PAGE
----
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KVUE's Bryan Mays discusses 'shameful, avoidable' energy crisis in Texas

"Most elected officials have expressed their concern about the power failures and are promising now public hearings. But will those make a difference?"

AUSTIN, Texas — After a week of severe winter weather and power loss to millions of Texans, KVUE's Bryan Mays discussed how this crisis could have been avoided and who is to blame. 

Read the full transcript of Bryan's commentary below:

"You know, it's really hard to imagine how so many things could have gone so wrong during the winter storms that sent Texas back to the Dark Ages this week. 

After all, this wasn't our first cold weather rodeo. Back in 2011 when Texas was hit with a winter storm that blacked out power to millions, the Federal Energy Regulatory Commission or FERC recommended preventative measures to protect Texas power plants from future cold weather catastrophes. 

It's called winterization. But it's pretty clear now that whatever winterization procedures were taken by the power companies in Texas back then – if any – just weren't enough. 

The unreliable Energy Reliability Council of Texas, or ERCOT, mandated rolling blackouts this week that were supposed to last about an hour at a time.

But, as you know, that turned into day after day of darkness as the state came within minutes of losing the whole power grid – potentially for months based on ERCOT's own admission. 

Now that's shameful. Avoidable. 

RELATED: Texas attorney general launches investigation over winter storm power failures

The Texas power grid is literally disconnected from the major national grids that cover the rest of the lower 48. Some of our Texas political leaders chose this policy in order to evade the authority of the feds at FERC, which oversees power grids across state lines.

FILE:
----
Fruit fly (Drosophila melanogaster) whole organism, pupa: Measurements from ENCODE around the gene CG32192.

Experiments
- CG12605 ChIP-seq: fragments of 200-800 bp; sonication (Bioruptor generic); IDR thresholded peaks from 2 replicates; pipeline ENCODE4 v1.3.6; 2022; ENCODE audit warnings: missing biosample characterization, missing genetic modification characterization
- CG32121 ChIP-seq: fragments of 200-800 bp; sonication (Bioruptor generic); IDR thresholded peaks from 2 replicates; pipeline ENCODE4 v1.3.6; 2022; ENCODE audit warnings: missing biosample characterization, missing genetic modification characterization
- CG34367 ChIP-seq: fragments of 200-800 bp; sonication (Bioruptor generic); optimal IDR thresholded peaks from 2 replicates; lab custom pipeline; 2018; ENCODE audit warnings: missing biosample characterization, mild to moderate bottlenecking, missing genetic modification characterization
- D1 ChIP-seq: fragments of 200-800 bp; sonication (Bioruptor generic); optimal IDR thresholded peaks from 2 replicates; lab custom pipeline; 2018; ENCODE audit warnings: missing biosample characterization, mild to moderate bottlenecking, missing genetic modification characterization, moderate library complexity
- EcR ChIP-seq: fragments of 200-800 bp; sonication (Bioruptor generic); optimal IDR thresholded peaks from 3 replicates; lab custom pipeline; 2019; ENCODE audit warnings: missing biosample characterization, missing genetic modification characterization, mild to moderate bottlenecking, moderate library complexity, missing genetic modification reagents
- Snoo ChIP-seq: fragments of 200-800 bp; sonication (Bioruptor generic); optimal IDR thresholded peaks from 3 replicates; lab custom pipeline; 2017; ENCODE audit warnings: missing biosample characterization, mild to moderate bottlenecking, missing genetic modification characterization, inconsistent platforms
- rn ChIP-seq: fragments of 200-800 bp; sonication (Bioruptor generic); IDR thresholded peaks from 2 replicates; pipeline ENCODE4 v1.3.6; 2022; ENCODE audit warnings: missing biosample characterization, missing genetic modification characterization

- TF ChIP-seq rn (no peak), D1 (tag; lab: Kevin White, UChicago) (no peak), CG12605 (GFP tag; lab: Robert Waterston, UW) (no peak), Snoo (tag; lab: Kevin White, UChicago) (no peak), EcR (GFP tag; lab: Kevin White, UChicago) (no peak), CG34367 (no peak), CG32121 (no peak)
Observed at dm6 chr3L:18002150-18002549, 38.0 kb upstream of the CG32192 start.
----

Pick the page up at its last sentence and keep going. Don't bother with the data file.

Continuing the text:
Instead of talking about how to fix that, many of our state leaders want to blame renewable energy sources like wind generators, despite the fact that 61% – 61% – of the failures that happened at traditional power plants that use natural gas, coal or even nuclear energy. 

Texas may pride itself on independence, but not all Texans are in this boat. 

El Paso survived this same winter storm with flying colors. They've not fully winterized, or they winterized their power plants. They chose not to also be a part of ERCOT. When El Paso needed energy this weekend – and they did – they borrowed from their neighbors in the western states, something the rest of Texas can't do. 

RELATED: ERCOT leaders spent less than a minute discussing winter storm preparedness at Feb. 9 meeting

Most elected officials have expressed their concern about the power failures and are promising now public hearings. But will those make a difference? One thing is clear: Ultimately, the people who are responsible for what happened this week owe you the answers. And if you don't like what they have to say, you can vote them out of office. 

Let's all make sure that the candidates who come up for future elections – whether city, county or state – let you know where they stand on cleaning up the Texas electric power mess. Because that's what it is. The electric utility companies lost a lot of power this week, quite literally. But you have the power to make a difference at the ballot box, and that hasn't changed a bit."

WATCH: Bryan Mays on power grid failure during winter storm


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